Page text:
On April 3, 2017:
The Special Court recently issued a verdict instructing the government to impose a fine of over Rs. 450 million on both Chinese and Thai companies that had supplied sub-standard transformers to Nepal Electricity Authority. The judiciary action has once again underscored the institutional failure of the Commission for Investigation of Abuse of Authority (CIAA) and highlighted the ongoing repercussions of Lokman’s controversial three year-long tenure. This has also engendered a vibrant discussion on media’s role to address fundamental rights of unfortunate government officials, unnecessarily embroiled in corruption allegations and dragged into controversy.
Lokman’s towering heights of hype for executing tasks perfunctorily in the form of massive arrests and inter-departmental orders originated from a well-publicized transformer scam in August of 2013. His absolute interference in the case involving Nepal Electricity Authority (NEA) and the Chinese company, Hubei Sun Light Electric Co. Ltd, entailed an outright breach of contractual international law and regulation. This led to serious corruption allegations against a spate of government officials, and subsequently disrupted the previously initiated transformer replacement process. However, the allegations that the scam took place in collusion with all the accused NEA officials and the Chinese company have proved to be baseless.
While Lokman’s downfall is well-documented, what’s more unfortunate is a dearth of engaging discussion on how his unabated policing efforts inevitably led to a severe “domino effect”. The effect spilled over to other areas of the economy and tarnished social prestige of some of the suspected officials. This has brought about a more serious question: what role does media play in assessing the CIAA-led actions in terms of character and moral stewardship? More specifically, how are Lokman’s abortive actions during his ignominious tenure linked with media and justice for the suspected officials?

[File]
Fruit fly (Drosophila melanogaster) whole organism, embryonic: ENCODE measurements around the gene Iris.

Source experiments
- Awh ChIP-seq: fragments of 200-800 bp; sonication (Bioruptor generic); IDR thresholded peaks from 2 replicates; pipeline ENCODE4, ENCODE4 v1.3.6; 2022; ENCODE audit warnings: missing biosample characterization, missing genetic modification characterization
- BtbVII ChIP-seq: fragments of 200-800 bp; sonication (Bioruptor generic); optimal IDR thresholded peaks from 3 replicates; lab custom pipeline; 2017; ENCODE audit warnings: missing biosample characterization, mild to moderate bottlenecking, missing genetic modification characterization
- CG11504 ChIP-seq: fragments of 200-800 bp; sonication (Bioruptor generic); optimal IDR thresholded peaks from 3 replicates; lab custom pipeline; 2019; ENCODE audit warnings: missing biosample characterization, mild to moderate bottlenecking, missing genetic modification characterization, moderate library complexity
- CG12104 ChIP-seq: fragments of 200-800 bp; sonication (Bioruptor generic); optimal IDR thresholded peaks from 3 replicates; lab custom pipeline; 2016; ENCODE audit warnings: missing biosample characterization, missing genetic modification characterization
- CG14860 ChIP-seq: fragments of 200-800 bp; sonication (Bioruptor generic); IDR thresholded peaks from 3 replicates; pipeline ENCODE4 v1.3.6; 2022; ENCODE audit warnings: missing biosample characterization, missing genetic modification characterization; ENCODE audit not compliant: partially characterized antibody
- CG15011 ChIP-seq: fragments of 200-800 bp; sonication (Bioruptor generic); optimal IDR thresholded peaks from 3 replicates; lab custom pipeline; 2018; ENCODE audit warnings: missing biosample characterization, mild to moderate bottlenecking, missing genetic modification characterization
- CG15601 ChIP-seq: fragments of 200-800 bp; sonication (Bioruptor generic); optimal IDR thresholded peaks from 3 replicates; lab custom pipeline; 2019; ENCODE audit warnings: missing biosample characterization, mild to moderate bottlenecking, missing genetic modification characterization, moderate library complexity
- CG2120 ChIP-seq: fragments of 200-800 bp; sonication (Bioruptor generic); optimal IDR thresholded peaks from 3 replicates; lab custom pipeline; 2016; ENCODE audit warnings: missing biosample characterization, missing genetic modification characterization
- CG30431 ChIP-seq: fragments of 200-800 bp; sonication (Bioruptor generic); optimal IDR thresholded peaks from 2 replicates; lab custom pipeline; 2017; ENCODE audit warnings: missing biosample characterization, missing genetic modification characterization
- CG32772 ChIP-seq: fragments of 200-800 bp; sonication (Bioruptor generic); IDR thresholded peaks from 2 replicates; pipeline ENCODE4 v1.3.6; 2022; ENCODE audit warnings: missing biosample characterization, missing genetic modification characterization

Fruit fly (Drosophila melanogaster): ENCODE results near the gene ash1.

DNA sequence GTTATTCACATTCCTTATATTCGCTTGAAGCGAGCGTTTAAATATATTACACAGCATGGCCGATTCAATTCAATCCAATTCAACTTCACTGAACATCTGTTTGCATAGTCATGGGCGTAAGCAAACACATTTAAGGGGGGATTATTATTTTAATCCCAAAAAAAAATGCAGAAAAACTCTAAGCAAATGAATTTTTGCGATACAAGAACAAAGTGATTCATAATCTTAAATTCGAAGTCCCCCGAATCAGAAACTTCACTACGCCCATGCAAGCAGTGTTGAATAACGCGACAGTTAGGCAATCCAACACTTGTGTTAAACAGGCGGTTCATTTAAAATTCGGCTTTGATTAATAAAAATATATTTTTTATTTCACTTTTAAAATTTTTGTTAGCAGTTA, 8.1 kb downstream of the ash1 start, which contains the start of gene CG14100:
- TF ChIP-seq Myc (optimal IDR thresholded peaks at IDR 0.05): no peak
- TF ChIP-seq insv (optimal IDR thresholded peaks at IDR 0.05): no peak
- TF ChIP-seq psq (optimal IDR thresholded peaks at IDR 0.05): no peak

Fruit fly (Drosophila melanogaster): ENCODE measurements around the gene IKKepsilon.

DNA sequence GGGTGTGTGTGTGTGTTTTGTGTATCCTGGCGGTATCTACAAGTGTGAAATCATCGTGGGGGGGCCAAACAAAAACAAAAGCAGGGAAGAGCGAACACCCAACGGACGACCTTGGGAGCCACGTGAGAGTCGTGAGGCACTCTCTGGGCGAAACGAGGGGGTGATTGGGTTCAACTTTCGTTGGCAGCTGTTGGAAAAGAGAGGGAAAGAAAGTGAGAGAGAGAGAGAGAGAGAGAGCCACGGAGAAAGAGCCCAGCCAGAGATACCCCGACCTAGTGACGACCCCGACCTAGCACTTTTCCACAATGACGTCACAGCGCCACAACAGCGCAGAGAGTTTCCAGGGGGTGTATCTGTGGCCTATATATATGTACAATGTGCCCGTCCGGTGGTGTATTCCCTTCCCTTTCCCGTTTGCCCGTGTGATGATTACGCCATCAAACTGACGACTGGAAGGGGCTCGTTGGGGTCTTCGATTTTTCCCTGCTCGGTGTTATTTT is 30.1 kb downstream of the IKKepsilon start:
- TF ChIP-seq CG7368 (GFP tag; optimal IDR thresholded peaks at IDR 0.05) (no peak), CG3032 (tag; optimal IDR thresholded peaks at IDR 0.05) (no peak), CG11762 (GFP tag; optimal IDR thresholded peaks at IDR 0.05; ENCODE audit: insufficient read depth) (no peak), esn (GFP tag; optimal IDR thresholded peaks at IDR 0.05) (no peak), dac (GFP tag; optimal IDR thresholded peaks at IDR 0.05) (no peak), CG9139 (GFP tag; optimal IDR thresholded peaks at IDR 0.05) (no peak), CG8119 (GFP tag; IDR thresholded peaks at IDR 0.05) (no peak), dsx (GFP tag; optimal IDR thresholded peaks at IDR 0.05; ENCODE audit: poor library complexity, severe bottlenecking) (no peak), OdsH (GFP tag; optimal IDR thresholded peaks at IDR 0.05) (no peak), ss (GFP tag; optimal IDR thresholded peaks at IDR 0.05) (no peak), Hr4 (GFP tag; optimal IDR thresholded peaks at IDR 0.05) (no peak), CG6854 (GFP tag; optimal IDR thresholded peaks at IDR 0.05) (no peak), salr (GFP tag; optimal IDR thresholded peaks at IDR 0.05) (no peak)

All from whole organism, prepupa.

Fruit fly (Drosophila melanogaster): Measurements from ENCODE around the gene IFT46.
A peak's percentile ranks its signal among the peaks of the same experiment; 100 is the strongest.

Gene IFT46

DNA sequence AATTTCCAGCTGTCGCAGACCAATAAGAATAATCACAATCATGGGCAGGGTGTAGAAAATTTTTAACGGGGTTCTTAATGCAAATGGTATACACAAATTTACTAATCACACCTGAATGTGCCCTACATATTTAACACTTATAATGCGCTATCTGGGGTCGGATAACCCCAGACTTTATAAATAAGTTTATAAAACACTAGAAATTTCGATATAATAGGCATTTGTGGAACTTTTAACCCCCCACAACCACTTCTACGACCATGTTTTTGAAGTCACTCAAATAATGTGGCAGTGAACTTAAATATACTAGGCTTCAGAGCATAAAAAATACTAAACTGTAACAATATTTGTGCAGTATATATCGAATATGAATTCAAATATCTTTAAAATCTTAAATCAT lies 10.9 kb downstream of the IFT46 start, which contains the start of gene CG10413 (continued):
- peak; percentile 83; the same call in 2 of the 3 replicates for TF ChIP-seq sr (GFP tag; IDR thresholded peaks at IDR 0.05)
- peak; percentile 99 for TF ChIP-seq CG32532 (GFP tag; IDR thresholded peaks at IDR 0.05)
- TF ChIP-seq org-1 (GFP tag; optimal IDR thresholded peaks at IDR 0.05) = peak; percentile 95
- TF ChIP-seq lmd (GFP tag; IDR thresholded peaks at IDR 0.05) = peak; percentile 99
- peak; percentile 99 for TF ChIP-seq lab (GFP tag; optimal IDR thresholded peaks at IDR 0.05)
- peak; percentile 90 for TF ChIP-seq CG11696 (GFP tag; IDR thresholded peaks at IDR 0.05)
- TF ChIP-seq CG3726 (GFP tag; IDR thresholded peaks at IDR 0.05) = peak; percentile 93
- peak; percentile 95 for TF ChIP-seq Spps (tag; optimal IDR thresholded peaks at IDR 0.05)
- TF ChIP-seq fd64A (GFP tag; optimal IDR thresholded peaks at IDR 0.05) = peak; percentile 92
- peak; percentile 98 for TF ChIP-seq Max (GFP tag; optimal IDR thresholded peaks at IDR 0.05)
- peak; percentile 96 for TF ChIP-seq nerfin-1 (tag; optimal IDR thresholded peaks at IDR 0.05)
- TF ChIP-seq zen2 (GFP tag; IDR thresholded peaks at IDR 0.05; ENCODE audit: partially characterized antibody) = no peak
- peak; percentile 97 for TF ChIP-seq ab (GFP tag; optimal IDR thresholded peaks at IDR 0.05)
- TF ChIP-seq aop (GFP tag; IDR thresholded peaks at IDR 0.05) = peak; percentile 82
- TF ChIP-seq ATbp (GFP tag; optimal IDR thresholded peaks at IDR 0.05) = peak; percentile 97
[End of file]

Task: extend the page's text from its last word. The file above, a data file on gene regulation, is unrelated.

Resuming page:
First, there is no denying that media plays a significant role in influencing the minds of the Nepalese public. When Lokman filed a corruption case against the NEA officials with massive publicity, detailed pictures and names of the suspected officials covered the front-paged headlines in every major newspaper. There is nothing wrong in reporting the details of the case; however, what’s problematic is how media chooses to cover such events.
Strikingly, media coverage turned out to be drastically different when the court recently declared that majority of the suspected officials had become unfortunate victims of the CIAA propaganda. Most of the news sources didn’t even report names of the innocent officials who won their case against the anti-graft body. Why does such a stark disparity exist in media reports before and after the court proceedings?
Despite prior extensive coverage on the accusations, the media probably didn't deem it important enough to highlight the Special Court's clean chit to the suspected officials. It therefore implies that media appears to overlook the story involving corrupt-free and innocent government officials. However, it has serious implications among the public.